There are creative ways to reduce this expense, and they can dramatically change your financial future. I’ve put some thought into it – asked around – and gathered some alternatives to traditional housing that can save significant amounts of money.
There are a number of great non-profits around Denver that offer free housing for young adults who are willing to donate some of their time in service. Here are a few that I’m aware of:
Open Door Ministries. ODM owns 7 homes that offer long term transitional housing for folks moving toward long term sustainability. There are a couple of options (when open) to live in one of the houses and provide leadership.
Providence Network. Similar model to ODM, they offer reduced or no cost housing for leaders willing to lead a home.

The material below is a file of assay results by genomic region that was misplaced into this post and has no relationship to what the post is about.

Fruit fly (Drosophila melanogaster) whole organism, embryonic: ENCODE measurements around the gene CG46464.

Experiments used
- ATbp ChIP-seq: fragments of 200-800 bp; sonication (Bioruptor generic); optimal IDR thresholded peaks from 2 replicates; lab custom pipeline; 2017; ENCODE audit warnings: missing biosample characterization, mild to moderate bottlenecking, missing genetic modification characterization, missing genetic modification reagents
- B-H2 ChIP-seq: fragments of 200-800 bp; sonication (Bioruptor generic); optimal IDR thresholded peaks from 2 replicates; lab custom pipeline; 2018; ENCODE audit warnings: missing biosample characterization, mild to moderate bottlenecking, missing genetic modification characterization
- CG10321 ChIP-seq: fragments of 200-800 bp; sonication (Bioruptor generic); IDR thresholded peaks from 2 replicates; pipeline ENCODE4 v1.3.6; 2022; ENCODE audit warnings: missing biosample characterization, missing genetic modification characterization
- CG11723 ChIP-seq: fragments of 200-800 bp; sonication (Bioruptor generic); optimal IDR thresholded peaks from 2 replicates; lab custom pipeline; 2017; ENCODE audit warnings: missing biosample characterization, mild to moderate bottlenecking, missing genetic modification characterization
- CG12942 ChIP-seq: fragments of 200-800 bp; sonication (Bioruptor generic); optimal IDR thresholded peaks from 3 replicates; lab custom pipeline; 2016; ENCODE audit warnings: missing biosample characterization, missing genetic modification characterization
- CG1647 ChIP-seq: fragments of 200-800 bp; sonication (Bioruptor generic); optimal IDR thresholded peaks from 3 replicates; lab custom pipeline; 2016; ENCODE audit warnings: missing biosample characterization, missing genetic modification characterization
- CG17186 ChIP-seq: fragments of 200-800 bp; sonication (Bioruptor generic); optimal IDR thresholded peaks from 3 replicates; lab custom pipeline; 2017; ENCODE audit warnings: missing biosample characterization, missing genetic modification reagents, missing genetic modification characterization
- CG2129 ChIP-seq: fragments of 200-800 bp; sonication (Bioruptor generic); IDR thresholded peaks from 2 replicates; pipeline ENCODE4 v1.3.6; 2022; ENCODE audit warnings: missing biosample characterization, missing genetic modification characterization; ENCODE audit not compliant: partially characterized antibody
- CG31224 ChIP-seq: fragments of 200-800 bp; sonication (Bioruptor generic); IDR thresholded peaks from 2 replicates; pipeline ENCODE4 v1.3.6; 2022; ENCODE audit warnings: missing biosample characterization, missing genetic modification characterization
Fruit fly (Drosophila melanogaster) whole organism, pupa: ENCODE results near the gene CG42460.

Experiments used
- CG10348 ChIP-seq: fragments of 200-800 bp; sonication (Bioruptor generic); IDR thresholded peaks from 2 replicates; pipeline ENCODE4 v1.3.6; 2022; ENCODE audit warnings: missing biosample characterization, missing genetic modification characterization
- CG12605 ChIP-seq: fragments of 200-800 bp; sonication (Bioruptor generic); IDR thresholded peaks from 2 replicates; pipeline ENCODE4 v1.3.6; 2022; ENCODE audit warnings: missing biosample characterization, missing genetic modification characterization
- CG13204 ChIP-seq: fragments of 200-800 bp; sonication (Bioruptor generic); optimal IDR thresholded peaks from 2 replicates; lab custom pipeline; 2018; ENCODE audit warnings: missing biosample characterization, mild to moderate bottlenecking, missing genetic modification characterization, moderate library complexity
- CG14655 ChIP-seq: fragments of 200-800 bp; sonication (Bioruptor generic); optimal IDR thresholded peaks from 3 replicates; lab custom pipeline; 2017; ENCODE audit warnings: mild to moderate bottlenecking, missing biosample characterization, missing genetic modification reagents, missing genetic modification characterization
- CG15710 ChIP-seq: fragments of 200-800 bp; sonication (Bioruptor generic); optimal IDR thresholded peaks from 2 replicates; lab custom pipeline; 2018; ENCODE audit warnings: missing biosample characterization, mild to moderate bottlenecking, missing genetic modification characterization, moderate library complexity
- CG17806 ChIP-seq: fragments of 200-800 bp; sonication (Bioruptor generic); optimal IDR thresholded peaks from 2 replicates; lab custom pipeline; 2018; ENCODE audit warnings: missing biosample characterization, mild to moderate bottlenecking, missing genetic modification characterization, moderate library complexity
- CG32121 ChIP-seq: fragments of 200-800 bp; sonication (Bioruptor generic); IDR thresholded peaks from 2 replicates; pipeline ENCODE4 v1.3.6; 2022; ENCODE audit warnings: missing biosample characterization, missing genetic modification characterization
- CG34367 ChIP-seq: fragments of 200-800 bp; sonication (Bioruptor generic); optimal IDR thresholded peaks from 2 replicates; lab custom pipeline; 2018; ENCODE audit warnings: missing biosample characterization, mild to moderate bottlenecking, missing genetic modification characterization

Young Life. I believe Young Life in the greater Denver area has had several homes donated to them that they use for staff. I believe this is an option for staff only, but it may be worth looking into.
Denver Rescue Mission. This organization offers room and board for those willing to donate a set number of hours each week.
Downing House. A really cool old property that houses 12 men and 12 women. Residents have to donate hours each week to ministry.
I’m sure that there are other options that are not on my radar – feel free to email those to me (firstname.lastname@example.org). These can be a fantastic way to both serve and meet your housing needs.
LIVING WITH AN OLDER COUPLE
Many people I know have used a variation of this model with fantastic results. Over and over I hear stories of people – on both sides of the relationship – who were blessed by this arrangement. Here are a couple of variations of this model: